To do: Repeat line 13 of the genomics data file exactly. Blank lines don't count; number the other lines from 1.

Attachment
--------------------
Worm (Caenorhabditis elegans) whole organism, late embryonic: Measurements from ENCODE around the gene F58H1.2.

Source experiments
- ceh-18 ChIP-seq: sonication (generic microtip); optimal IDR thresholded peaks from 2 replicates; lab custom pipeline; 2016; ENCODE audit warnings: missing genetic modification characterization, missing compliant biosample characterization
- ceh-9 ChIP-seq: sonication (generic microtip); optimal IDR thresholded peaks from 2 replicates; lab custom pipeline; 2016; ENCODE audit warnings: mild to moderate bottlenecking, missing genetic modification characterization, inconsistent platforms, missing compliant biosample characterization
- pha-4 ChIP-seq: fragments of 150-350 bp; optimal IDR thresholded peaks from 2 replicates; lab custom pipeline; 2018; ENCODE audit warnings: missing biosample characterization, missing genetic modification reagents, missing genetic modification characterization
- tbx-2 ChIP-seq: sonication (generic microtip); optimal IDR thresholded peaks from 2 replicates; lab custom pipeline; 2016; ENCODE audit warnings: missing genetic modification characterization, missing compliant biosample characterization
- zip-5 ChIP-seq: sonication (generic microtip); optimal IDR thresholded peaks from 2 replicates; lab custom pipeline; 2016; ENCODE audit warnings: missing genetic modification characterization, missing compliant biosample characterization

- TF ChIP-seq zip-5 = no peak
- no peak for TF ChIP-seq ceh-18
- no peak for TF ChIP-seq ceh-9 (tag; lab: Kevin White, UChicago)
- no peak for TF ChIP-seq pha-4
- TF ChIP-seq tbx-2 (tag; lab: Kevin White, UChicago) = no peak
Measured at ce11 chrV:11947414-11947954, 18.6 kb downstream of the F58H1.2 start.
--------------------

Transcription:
Measured at ce11 chrV:11947414-11947954, 18.6 kb downstream of the F58H1.2 start.